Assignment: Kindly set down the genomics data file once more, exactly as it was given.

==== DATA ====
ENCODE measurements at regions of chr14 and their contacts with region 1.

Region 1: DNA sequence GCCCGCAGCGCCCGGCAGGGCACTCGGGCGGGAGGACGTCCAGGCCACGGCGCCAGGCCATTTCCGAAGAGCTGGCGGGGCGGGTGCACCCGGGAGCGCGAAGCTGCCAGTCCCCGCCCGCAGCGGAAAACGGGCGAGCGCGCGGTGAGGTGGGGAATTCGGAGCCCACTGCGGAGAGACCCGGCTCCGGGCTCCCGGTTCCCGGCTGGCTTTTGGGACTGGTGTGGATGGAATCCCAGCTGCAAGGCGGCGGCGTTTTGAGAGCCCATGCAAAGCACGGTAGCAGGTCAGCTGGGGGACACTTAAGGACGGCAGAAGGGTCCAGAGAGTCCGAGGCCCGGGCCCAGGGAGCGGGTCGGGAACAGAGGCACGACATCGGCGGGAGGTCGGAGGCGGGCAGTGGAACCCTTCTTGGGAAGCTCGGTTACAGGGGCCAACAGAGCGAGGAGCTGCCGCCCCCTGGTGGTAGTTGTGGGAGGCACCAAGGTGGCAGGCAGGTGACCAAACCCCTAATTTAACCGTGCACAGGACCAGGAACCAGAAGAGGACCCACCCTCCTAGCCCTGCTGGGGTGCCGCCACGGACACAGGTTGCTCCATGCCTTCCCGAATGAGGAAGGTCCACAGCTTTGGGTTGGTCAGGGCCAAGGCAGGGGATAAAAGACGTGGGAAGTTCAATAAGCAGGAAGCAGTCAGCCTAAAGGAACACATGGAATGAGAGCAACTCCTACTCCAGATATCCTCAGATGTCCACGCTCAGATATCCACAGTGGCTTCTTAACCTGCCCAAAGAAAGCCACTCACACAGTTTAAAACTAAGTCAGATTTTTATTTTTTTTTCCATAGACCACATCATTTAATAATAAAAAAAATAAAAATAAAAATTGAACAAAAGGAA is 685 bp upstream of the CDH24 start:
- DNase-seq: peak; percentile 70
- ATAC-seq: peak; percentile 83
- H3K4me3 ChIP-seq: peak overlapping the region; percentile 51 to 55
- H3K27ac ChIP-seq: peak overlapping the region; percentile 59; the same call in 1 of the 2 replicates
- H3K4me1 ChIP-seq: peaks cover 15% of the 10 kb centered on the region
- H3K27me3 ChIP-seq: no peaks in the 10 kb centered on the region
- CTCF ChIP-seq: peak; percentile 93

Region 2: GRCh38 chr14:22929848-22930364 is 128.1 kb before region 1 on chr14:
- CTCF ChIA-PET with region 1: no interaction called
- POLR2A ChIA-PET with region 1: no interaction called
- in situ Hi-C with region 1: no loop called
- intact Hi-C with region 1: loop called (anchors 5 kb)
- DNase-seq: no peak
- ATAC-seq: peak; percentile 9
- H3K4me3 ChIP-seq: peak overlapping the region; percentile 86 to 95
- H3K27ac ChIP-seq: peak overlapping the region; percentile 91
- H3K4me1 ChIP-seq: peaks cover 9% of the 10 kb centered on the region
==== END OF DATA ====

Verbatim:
ENCODE measurements at regions of chr14 and their contacts with region 1.

Region 1: DNA sequence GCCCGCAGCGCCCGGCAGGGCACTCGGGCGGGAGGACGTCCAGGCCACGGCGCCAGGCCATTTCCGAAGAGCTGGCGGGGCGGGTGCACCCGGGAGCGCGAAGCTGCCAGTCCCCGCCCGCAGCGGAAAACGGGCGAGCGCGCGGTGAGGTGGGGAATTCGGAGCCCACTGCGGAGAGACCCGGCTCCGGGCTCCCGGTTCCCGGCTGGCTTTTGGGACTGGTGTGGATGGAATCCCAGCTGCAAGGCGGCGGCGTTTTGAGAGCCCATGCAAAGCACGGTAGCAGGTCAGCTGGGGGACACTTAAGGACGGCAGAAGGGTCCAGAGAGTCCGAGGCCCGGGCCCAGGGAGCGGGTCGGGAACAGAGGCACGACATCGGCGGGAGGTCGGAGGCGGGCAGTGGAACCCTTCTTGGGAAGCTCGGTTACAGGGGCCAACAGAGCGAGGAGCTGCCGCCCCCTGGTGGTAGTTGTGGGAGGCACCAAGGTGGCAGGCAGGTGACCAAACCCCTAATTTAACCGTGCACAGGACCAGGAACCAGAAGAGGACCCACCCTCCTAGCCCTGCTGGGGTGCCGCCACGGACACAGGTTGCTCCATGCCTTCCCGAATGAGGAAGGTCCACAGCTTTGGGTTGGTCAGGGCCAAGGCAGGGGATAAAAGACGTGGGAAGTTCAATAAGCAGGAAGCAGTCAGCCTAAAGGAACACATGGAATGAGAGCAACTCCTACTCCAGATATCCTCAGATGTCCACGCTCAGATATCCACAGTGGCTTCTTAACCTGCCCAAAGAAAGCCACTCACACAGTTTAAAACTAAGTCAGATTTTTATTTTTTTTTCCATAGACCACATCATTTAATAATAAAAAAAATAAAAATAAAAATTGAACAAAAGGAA is 685 bp upstream of the CDH24 start:
- DNase-seq: peak; percentile 70
- ATAC-seq: peak; percentile 83
- H3K4me3 ChIP-seq: peak overlapping the region; percentile 51 to 55
- H3K27ac ChIP-seq: peak overlapping the region; percentile 59; the same call in 1 of the 2 replicates
- H3K4me1 ChIP-seq: peaks cover 15% of the 10 kb centered on the region
- H3K27me3 ChIP-seq: no peaks in the 10 kb centered on the region
- CTCF ChIP-seq: peak; percentile 93

Region 2: GRCh38 chr14:22929848-22930364 is 128.1 kb before region 1 on chr14:
- CTCF ChIA-PET with region 1: no interaction called
- POLR2A ChIA-PET with region 1: no interaction called
- in situ Hi-C with region 1: no loop called
- intact Hi-C with region 1: loop called (anchors 5 kb)
- DNase-seq: no peak
- ATAC-seq: peak; percentile 9
- H3K4me3 ChIP-seq: peak overlapping the region; percentile 86 to 95
- H3K27ac ChIP-seq: peak overlapping the region; percentile 91
- H3K4me1 ChIP-seq: peaks cover 9% of the 10 kb centered on the region